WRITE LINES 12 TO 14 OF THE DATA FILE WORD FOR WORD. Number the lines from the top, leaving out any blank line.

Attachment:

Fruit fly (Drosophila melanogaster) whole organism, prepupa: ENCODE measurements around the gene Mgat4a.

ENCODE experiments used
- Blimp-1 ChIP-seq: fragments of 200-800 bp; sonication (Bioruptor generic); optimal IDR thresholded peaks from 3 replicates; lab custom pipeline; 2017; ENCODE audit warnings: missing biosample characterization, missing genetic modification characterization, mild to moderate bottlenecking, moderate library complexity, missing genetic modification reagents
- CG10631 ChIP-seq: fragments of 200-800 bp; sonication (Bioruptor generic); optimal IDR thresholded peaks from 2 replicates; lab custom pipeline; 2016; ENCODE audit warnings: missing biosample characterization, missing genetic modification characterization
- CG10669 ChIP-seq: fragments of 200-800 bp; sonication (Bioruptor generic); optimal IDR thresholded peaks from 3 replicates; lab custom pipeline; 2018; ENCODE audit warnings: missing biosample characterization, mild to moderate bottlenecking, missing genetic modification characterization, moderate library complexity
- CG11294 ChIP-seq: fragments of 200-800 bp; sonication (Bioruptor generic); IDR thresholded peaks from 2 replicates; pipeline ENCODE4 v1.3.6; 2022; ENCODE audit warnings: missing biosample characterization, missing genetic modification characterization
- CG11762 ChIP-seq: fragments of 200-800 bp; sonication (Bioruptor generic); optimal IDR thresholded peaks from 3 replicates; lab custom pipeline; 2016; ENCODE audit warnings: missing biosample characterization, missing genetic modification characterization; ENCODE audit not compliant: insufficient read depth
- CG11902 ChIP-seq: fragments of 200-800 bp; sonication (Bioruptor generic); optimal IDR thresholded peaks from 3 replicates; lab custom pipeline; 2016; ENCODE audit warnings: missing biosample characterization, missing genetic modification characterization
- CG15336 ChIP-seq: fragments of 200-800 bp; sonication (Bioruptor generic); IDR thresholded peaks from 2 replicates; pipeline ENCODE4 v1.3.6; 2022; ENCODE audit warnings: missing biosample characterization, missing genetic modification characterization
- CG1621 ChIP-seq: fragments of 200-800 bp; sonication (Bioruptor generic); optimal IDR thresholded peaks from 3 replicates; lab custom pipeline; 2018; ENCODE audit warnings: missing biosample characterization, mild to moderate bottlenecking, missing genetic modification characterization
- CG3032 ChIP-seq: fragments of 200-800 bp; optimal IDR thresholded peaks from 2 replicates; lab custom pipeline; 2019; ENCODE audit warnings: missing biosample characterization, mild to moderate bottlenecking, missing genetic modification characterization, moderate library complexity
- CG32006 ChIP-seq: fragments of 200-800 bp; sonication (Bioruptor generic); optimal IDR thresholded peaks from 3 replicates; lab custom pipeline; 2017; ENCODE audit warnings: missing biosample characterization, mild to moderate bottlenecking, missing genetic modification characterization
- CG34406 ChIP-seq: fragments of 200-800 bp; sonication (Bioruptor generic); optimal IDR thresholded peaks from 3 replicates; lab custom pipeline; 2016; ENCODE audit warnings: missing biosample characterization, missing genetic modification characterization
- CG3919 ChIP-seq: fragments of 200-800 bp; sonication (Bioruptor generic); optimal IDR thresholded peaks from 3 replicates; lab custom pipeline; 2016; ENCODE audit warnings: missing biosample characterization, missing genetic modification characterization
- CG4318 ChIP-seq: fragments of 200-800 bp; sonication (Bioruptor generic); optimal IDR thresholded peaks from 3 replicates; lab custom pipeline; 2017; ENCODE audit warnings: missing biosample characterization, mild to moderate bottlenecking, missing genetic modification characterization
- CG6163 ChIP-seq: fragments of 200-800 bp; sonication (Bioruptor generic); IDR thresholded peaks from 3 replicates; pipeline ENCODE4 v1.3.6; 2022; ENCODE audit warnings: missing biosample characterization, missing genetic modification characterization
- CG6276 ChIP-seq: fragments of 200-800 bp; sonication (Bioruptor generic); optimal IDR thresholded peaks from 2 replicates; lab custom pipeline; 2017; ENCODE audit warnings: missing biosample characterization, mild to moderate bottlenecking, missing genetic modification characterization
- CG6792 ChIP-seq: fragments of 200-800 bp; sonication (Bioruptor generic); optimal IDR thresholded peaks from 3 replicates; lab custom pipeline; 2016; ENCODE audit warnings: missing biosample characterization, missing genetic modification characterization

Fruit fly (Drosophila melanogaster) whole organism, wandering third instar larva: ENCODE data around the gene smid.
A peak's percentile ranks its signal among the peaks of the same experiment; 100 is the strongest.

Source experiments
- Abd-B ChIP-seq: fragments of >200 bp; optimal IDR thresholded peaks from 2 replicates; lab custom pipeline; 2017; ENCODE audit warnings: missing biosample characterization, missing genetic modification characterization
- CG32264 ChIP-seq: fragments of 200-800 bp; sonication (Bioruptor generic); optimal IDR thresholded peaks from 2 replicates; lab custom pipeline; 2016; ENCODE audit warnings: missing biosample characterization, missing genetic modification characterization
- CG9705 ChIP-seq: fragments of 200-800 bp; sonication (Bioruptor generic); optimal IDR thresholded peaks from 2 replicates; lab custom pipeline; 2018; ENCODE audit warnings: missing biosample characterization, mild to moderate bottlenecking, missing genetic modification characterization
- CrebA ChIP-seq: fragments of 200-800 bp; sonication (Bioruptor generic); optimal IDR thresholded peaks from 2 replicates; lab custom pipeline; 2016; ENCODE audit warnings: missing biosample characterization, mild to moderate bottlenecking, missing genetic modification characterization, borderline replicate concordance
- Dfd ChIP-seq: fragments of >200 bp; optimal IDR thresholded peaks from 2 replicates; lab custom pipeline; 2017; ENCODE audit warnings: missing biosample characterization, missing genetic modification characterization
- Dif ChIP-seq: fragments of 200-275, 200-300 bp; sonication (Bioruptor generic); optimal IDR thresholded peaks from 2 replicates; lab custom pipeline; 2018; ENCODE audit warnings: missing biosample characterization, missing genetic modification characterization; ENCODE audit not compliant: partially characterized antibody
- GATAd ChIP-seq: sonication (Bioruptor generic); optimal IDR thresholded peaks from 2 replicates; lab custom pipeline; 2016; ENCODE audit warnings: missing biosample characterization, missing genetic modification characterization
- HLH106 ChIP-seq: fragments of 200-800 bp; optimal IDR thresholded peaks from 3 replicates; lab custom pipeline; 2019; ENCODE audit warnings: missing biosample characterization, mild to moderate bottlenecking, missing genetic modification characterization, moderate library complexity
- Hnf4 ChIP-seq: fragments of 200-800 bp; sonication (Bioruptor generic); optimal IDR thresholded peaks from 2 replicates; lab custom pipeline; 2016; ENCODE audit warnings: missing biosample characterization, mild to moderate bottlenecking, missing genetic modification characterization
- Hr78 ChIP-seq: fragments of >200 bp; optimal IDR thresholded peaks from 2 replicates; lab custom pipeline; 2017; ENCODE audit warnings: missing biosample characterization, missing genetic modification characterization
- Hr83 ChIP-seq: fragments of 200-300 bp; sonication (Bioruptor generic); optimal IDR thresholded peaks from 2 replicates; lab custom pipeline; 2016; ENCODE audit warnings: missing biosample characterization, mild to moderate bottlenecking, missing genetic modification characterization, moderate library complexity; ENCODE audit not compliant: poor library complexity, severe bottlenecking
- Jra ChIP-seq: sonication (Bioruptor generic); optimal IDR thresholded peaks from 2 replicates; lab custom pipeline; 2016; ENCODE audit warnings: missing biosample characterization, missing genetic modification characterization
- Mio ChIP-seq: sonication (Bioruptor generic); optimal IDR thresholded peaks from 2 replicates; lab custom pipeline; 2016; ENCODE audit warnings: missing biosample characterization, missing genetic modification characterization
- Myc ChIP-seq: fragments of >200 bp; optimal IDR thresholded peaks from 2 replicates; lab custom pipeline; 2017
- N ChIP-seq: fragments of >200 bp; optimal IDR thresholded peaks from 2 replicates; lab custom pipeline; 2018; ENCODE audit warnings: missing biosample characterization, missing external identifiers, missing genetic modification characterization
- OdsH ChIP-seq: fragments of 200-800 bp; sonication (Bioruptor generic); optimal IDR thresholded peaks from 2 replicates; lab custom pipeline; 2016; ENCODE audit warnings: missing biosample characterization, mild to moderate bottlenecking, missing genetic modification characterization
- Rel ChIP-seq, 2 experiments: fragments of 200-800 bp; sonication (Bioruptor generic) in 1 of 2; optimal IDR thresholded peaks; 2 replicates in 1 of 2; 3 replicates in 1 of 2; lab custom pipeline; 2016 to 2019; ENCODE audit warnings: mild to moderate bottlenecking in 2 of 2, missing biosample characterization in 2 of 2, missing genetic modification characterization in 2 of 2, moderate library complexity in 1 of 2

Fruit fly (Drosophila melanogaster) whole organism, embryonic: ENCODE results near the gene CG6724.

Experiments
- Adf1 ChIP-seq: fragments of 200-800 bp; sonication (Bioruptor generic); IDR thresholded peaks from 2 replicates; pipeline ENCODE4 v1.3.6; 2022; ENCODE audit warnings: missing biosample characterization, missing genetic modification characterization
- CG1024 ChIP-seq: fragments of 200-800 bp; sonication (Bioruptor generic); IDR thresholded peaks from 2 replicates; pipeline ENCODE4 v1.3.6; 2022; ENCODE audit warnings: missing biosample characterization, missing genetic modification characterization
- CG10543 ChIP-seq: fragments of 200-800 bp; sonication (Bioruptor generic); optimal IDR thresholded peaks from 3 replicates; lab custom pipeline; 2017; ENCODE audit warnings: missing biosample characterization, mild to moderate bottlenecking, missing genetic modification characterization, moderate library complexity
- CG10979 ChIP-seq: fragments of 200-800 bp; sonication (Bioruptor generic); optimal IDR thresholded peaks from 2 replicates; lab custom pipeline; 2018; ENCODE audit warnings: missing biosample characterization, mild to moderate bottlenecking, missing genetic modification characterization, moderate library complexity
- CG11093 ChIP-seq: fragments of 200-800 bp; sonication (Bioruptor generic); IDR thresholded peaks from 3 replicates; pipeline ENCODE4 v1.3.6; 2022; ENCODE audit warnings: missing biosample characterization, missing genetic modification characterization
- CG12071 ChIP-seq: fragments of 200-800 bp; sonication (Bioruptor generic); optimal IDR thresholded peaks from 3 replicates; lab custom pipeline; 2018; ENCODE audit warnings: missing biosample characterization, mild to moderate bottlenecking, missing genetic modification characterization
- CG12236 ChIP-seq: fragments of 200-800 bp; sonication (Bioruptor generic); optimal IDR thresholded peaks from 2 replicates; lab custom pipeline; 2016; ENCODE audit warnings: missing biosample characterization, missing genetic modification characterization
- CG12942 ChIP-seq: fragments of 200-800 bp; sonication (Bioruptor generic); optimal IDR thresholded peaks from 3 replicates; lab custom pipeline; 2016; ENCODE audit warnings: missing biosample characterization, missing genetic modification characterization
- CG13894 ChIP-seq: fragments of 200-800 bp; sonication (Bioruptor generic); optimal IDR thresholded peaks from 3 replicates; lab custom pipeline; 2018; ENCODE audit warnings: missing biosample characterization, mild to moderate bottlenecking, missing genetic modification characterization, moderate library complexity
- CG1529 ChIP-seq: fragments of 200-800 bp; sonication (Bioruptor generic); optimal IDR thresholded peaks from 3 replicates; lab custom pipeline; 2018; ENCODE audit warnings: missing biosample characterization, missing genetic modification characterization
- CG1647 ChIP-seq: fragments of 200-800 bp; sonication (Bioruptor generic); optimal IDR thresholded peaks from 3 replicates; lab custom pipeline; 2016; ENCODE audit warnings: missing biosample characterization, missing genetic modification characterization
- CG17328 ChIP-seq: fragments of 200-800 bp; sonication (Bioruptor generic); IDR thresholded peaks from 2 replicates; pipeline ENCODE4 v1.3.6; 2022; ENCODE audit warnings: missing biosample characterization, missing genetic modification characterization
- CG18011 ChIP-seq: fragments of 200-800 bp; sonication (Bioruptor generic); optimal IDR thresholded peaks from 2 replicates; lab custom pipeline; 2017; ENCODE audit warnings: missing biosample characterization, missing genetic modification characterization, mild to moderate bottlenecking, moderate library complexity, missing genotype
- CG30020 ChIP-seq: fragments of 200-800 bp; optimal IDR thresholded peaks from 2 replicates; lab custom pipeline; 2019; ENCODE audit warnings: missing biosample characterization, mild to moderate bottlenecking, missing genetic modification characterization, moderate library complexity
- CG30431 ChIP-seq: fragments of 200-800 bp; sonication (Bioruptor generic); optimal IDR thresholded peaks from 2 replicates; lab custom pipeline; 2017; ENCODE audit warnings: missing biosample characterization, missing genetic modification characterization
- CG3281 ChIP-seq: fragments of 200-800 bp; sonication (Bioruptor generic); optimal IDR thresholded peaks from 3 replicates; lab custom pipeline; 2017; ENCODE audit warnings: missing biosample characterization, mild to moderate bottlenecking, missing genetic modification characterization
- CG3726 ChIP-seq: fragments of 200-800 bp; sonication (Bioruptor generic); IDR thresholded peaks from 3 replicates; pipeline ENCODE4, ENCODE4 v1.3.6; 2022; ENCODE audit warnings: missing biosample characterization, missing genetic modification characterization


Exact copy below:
- CG32006 ChIP-seq: fragments of 200-800 bp; sonication (Bioruptor generic); optimal IDR thresholded peaks from 3 replicates; lab custom pipeline; 2017; ENCODE audit warnings: missing biosample characterization, mild to moderate bottlenecking, missing genetic modification characterization
- CG34406 ChIP-seq: fragments of 200-800 bp; sonication (Bioruptor generic); optimal IDR thresholded peaks from 3 replicates; lab custom pipeline; 2016; ENCODE audit warnings: missing biosample characterization, missing genetic modification characterization
- CG3919 ChIP-seq: fragments of 200-800 bp; sonication (Bioruptor generic); optimal IDR thresholded peaks from 3 replicates; lab custom pipeline; 2016; ENCODE audit warnings: missing biosample characterization, missing genetic modification characterization